Precociously bright, gifted in every form of art, beautiful in every way.. she seemed like a fairy princess.

Stanley Wolpert

The Married Life of Jinnah and Ruttie


Jinnah and Ruttie met at the Petit Chateau in Darjeeling; Rattanbai Petit, the 16-year-old daughter of the rich Parsi Baronet Sir Dinshaw Petit and Jinnah, a established lawyer and a politician. He was twice her age and a Muslim. They married in secret two years later, on April 19, 1918 after she converted to Islam.


“For the first time in his life, a girl had absorbed Jinnah’s emotions… [he] fell in love with Rattanbai. Joy and laughter entered Jinnah’s life. The Malabar Hill house became brighter. She presented him with a daughter, Dina. But, ‘Alas the happiness was not destined to last.’ Sarojni’s veiled prediction of trouble came true.”

Raj Mohan Gandhi in Understanding the Muslim Mind


Two years later, on April 19, 1918, at the hands of Maulana Nazeer Ahmed Khajandi at the Jamia Masjid in Bombay, Ruttie embraced Islam. Clad in a sari, bringing with her only her pets from her old life, she left her family to be with Jinnah. They married at his residence, South Court on the upscale Malabar Hill, and spent their honeymoon in Nainital. 

March 03, 2012: Dawn, First Lady: The Flower of Bombay


By all accounts, Ruttie and Jinnah’s married life at that time was a fairytale. Everyone who knew the couple has commented on how much they loved each other. Jinnah gave up the membership of his club where he spent evening playing chess and billiards and would come straight home spending the whole evening in the garden talking to his wife. Otherwise not wasteful with money, Jinnah happily paid the vast sums Ruttie spent on decorating their residence or buying the expensive clothes she was fond of. There can be no doubt that Ruttie was the only woman for whom Jinnah ever felt romantic love.

Butt, A. The Nation: Jinnah and Ruttie: When love is not enough, 24 December, 2016


”Jinnah is worth it all – he loves her:  the only really human and genuine emotion of his reserved and self-centered nature. And he will make her happy.”

Mrs. Naidu’s letter to Syed Mahmud
Jinnah, at forty-two, married Rattanbai (Ruttie) Petit, an eighteen-year-old Parsi woman from Bombay.
Ruttie Jinnah was incredibly beautiful. She was named the ‘Flower of Bombay’.


Their marriage began to crack after 1921. Ruttie moved to London with their daughter Dina in 1922. In June 1928, they had separated. Ruttie fell ill and died on February 20, 1929 on her 29th birthday.

A picture of young Dina Wadia, the only daughter of Quaid and Ruttie.

Ruttie’s Last Letter to Jinnah


“Darling – thank you for all you have done. If ever in my bearing your once tuned senses found any irritability or unkindness – be assured that in my heart there was place only for a great tenderness and a greater pain – a pain my love without hurt. When one has been as near to the reality of life (which after all is Death) as I have been dearest, one only remembers the beautiful and tender moments and all the rest becomes a half-veiled mist of unrealities. Try and remember me beloved as the flower you plucked and not the flower you tread upon. I have suffered much sweetheart because I have loved much. The measure of my agony has been in accord to the measure of my love. Darling I love you – I love you – and had I loved you just a little less I might have remained with you – only after one has created a very beautiful blossom one does not drag it through the mire. The higher you set your ideal the lower it falls.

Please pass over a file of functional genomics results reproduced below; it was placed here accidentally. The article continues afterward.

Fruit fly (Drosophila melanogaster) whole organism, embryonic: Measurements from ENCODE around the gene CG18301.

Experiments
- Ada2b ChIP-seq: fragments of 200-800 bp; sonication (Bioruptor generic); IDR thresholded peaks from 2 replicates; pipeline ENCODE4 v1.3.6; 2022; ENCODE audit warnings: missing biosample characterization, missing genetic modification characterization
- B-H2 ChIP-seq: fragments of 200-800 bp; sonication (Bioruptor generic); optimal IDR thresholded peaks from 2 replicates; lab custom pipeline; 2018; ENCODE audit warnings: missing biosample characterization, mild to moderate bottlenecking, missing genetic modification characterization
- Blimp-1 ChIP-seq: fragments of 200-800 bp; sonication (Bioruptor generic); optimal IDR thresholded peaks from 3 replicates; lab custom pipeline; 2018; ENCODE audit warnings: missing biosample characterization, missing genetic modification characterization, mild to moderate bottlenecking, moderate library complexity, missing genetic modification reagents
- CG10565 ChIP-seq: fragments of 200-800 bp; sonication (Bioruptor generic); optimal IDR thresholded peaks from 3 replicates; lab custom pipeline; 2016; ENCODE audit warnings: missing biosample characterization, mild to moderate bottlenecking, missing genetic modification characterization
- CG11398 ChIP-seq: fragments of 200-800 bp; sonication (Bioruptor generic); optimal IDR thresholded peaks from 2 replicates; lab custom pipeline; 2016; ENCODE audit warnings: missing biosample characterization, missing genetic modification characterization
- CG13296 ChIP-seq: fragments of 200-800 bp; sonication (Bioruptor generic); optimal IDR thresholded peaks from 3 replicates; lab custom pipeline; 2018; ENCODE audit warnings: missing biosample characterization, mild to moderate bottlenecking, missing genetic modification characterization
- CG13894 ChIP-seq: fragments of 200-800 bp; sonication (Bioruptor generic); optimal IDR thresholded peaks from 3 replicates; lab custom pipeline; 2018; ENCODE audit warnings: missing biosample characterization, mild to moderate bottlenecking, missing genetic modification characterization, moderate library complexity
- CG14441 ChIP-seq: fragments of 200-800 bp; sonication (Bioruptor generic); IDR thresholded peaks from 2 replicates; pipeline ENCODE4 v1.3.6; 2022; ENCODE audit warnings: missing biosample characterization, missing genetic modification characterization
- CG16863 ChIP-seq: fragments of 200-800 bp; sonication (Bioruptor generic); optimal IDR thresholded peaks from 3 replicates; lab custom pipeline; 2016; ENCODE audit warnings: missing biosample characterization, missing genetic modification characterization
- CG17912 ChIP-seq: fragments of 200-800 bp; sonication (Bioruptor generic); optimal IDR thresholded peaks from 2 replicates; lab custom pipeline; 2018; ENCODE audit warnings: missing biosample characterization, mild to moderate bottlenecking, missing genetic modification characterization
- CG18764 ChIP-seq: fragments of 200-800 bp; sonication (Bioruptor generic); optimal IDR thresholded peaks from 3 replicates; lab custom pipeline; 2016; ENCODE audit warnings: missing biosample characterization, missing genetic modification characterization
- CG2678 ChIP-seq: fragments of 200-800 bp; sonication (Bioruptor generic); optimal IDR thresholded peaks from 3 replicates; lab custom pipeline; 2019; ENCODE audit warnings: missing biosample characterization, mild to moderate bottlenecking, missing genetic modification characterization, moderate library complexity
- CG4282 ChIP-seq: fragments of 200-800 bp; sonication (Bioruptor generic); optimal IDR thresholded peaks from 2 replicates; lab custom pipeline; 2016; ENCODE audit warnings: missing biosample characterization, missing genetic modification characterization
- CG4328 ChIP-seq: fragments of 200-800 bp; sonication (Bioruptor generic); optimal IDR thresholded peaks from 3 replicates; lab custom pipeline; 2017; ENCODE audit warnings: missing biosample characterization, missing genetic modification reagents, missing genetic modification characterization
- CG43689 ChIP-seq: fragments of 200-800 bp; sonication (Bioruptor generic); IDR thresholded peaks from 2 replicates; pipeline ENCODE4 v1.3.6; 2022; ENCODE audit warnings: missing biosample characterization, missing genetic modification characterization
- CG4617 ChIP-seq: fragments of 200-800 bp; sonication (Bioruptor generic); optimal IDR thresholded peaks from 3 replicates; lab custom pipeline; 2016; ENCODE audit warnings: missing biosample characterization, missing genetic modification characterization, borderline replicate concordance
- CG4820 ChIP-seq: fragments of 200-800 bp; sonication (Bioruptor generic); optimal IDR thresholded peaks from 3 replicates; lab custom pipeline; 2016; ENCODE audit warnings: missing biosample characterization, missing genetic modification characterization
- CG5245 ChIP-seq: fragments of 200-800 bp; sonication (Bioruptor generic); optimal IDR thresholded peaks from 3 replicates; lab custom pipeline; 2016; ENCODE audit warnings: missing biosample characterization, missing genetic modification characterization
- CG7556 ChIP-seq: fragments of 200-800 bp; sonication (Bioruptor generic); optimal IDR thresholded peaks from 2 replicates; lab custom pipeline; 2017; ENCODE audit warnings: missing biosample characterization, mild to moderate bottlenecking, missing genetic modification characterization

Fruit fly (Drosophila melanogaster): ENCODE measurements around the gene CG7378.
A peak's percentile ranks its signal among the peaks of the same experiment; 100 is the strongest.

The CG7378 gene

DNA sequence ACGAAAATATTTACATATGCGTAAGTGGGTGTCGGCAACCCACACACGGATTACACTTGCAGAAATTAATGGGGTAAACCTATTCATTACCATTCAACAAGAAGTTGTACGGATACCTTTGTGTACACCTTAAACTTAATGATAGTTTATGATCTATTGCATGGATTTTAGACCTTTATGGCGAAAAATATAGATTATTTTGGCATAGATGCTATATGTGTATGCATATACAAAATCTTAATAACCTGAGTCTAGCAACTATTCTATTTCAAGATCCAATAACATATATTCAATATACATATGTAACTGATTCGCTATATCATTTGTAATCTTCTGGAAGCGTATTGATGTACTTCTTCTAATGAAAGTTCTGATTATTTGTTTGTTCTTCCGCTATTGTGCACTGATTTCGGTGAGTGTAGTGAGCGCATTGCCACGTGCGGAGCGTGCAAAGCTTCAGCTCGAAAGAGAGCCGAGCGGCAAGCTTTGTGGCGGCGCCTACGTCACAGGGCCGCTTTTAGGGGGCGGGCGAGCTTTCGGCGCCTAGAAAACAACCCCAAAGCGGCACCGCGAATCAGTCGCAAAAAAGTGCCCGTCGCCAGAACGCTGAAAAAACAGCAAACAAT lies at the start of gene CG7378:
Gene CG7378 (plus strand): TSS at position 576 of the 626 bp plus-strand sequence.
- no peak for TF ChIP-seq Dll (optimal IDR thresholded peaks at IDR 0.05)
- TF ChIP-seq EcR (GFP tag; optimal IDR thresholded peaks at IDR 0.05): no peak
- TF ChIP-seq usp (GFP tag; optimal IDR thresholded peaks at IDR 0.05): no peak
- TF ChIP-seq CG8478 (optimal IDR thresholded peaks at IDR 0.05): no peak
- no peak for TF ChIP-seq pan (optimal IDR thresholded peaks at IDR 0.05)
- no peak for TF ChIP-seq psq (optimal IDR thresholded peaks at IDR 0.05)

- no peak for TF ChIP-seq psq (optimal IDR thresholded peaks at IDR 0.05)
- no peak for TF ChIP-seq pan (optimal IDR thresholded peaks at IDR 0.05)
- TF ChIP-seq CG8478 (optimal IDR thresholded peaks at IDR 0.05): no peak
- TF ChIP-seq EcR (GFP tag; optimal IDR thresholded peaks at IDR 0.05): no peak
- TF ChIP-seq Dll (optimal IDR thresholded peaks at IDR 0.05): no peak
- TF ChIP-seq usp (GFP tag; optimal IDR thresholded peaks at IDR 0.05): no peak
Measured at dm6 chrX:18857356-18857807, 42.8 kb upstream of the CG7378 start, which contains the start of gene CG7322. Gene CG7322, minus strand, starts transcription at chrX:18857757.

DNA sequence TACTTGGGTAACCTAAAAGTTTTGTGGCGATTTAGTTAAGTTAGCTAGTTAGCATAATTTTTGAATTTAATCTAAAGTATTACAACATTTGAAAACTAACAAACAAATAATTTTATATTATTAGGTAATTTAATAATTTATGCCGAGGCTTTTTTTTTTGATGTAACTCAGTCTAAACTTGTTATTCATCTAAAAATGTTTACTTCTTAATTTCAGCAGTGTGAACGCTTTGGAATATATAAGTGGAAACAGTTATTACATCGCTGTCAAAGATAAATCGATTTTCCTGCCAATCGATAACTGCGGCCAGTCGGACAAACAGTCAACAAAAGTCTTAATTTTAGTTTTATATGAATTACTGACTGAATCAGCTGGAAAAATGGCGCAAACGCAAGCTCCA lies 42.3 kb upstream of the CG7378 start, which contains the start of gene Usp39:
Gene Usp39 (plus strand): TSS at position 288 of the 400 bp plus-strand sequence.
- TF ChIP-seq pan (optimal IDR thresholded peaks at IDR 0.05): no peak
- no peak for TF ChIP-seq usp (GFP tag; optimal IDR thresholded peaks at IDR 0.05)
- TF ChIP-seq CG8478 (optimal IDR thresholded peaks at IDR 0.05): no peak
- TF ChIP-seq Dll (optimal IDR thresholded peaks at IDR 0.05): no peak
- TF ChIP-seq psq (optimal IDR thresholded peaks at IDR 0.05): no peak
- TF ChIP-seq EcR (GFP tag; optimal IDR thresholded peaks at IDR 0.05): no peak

I have loved you my darling as it is given to few men to be loved. I only beseech you that the tragedy which commenced in love should also end with it.


Darling Goodnight and Goodbye.    


I had written to you at Paris with the intention of posting the letter here – but I felt that I would rather write you afresh from the fullness of my heart. R.”

Before Ruttie Jinnah died at the tender age of 29, she wrote a letter to Jinnah. The letter was written in Merseilles, France on October 5, 1928.

Ruttie’s Untimely Demise


When Ruttie’s body was lowered into the grave he was asked to be the first to throw earth into the grave. He did that and as he straightened up, he started to cry not just silent tears but with hands over his face he sobbed like a child for many minutes. He did not seek anyone’s hand or anyone’s shoulder; but in tune with his personality he cried alone. And having finished he wiped his tears and with his face returning to stone walked back to his car.

Butt, A. The Nation: Jinnah and Ruttie: When love is not enough, 24 December, 2016


After Ruttie’s death from cancer it appeared that Jinnah missed them a great deal. G. in “Quaid-i-Azam Jinnah: The Story of a Nation,” based on the narrative of a chauffeur of Mr. Jinnah writes:

“You know servants in household come to know everything that is going around them. Sometimes more than twelve years after Begum Jinnah’s (Mrs. Jinnah) death, the boss would order at dead of night a huge ancient wooden chest to be opened, in which were stored clothes of his dead wife and his married daughter. He would intently look into those clothes, as they were taken out of box and were spread on the carpets. He would gaze at them for long with eloquent silence. Then his eyes turn moisten…” Rattanbai Jinnah


The second time Jinnah ever broke down was in August 1947 when he visited Ruttie’s grave one last time before leaving for Pakistan.

Farhad A. “The Softer Side of M.A. Jinnah”
Ruttie Jinnah died peacefully in her sleep on her 29th birthday and was buried in the Shia cemetery in Bombay.

Recollections of Ruttie